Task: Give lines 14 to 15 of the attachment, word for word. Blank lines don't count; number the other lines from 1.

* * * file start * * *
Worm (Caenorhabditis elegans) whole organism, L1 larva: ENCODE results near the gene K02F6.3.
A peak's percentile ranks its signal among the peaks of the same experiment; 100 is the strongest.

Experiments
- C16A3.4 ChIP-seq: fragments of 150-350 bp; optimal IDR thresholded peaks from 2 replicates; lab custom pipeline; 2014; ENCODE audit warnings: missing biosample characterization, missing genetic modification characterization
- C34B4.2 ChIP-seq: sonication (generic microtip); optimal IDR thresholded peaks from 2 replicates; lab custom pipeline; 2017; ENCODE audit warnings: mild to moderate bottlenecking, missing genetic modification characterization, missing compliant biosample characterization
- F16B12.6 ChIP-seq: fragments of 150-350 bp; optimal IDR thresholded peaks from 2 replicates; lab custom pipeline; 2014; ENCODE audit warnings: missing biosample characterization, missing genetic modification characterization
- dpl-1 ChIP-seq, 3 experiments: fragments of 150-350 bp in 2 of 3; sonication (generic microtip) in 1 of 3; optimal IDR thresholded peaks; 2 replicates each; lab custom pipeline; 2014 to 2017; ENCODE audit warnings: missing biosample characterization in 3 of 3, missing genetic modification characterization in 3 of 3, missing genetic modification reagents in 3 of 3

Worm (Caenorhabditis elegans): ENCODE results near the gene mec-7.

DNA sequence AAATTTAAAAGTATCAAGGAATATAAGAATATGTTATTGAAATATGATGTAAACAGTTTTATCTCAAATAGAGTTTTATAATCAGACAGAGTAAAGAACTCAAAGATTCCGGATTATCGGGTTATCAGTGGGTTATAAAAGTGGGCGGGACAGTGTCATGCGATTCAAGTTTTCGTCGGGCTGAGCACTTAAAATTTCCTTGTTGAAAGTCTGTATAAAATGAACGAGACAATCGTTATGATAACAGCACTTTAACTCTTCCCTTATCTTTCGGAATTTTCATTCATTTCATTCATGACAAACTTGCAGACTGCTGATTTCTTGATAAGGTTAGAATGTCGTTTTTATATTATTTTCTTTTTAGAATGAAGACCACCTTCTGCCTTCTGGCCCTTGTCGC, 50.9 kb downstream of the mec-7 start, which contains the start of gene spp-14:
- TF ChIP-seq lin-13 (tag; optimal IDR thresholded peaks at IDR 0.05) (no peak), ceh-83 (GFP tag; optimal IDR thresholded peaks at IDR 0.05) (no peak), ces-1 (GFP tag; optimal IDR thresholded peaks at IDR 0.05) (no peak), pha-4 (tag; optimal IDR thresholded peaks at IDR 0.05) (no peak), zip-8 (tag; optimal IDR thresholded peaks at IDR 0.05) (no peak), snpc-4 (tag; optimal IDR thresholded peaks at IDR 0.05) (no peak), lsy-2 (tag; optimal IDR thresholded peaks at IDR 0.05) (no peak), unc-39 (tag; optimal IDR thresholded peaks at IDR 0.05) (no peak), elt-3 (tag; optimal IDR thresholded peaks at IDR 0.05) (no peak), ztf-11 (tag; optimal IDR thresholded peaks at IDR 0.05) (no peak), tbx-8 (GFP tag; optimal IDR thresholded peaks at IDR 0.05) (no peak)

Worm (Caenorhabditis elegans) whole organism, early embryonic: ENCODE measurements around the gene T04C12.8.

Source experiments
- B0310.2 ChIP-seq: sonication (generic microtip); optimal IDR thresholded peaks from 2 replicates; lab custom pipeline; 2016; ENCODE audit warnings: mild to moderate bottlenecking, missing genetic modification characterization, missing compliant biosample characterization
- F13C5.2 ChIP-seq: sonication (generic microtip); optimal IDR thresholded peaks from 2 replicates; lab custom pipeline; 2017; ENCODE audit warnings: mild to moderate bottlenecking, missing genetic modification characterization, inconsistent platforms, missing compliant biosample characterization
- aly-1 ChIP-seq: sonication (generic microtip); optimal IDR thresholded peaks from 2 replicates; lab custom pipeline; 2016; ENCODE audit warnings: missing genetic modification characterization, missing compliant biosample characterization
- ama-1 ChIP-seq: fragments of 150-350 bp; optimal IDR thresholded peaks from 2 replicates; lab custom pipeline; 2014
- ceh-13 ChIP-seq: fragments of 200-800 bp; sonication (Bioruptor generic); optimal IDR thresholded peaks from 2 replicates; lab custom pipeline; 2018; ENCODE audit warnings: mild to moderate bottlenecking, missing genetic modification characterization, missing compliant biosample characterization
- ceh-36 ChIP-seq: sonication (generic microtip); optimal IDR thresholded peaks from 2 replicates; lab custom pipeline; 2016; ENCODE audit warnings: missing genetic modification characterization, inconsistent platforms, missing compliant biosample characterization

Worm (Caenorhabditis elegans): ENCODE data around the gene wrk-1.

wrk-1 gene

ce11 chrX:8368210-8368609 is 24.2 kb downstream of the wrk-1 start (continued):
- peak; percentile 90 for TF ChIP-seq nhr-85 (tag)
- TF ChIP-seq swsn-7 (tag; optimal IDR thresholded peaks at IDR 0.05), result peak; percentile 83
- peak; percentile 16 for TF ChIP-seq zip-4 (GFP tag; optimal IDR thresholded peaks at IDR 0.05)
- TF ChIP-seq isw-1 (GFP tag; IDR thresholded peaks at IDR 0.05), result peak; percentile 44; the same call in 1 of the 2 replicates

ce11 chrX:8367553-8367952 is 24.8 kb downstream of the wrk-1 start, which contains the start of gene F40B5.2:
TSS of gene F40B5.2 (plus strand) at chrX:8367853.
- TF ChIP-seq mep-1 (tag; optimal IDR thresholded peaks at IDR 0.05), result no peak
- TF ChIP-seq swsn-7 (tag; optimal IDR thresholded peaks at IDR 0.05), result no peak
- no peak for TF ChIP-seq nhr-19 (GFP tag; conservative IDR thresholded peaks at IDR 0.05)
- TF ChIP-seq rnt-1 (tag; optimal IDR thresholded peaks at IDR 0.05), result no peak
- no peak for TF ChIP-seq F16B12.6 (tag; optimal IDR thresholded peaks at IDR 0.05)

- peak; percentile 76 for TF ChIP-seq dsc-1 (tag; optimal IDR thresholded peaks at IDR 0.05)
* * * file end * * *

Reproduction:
- F13C5.2 ChIP-seq: sonication (generic microtip); optimal IDR thresholded peaks from 2 replicates; lab custom pipeline; 2017; ENCODE audit warnings: mild to moderate bottlenecking, missing genetic modification characterization, inconsistent platforms, missing compliant biosample characterization
- aly-1 ChIP-seq: sonication (generic microtip); optimal IDR thresholded peaks from 2 replicates; lab custom pipeline; 2016; ENCODE audit warnings: missing genetic modification characterization, missing compliant biosample characterization